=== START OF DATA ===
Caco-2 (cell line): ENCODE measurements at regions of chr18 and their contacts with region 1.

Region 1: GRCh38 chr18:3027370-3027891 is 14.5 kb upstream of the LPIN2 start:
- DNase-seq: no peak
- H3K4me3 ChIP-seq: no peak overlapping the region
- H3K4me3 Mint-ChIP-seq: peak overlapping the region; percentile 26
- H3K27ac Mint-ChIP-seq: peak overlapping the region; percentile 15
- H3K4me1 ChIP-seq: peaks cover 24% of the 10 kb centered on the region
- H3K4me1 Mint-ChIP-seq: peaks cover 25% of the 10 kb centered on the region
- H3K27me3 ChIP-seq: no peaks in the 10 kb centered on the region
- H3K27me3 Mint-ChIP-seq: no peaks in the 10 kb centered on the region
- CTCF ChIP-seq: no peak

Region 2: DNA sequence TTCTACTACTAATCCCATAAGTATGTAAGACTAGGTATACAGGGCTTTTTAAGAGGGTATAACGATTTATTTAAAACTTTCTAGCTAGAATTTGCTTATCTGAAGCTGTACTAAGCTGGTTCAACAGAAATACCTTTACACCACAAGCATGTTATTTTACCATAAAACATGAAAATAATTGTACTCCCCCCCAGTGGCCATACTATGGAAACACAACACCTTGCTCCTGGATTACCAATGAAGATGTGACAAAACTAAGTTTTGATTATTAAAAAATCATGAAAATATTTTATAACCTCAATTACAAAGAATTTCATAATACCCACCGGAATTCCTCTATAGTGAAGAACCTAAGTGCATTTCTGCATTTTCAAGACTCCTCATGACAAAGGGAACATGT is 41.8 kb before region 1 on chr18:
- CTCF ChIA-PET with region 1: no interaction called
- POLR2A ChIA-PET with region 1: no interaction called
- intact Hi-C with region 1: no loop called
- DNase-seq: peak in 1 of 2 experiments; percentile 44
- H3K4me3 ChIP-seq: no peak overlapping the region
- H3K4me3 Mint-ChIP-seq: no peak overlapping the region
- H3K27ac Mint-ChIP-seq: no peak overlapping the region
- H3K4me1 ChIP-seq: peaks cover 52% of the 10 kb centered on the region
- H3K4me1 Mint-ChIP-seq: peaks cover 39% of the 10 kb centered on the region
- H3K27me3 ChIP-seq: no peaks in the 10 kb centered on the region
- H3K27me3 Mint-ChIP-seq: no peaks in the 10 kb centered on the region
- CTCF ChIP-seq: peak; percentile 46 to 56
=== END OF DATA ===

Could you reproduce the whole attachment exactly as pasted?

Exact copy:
Caco-2 (cell line): ENCODE measurements at regions of chr18 and their contacts with region 1.

Region 1: GRCh38 chr18:3027370-3027891 is 14.5 kb upstream of the LPIN2 start:
- DNase-seq: no peak
- H3K4me3 ChIP-seq: no peak overlapping the region
- H3K4me3 Mint-ChIP-seq: peak overlapping the region; percentile 26
- H3K27ac Mint-ChIP-seq: peak overlapping the region; percentile 15
- H3K4me1 ChIP-seq: peaks cover 24% of the 10 kb centered on the region
- H3K4me1 Mint-ChIP-seq: peaks cover 25% of the 10 kb centered on the region
- H3K27me3 ChIP-seq: no peaks in the 10 kb centered on the region
- H3K27me3 Mint-ChIP-seq: no peaks in the 10 kb centered on the region
- CTCF ChIP-seq: no peak

Region 2: DNA sequence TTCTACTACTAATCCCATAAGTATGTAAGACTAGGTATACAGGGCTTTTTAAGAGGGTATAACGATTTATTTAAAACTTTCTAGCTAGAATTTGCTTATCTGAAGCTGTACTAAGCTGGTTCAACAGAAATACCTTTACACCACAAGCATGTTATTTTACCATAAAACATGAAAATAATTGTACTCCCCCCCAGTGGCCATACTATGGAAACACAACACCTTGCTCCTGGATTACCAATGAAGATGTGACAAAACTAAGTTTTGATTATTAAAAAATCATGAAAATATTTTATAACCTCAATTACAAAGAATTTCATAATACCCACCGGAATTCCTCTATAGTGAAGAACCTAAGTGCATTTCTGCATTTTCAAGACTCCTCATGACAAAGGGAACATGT is 41.8 kb before region 1 on chr18:
- CTCF ChIA-PET with region 1: no interaction called
- POLR2A ChIA-PET with region 1: no interaction called
- intact Hi-C with region 1: no loop called
- DNase-seq: peak in 1 of 2 experiments; percentile 44
- H3K4me3 ChIP-seq: no peak overlapping the region
- H3K4me3 Mint-ChIP-seq: no peak overlapping the region
- H3K27ac Mint-ChIP-seq: no peak overlapping the region
- H3K4me1 ChIP-seq: peaks cover 52% of the 10 kb centered on the region
- H3K4me1 Mint-ChIP-seq: peaks cover 39% of the 10 kb centered on the region
- H3K27me3 ChIP-seq: no peaks in the 10 kb centered on the region
- H3K27me3 Mint-ChIP-seq: no peaks in the 10 kb centered on the region
- CTCF ChIP-seq: peak; percentile 46 to 56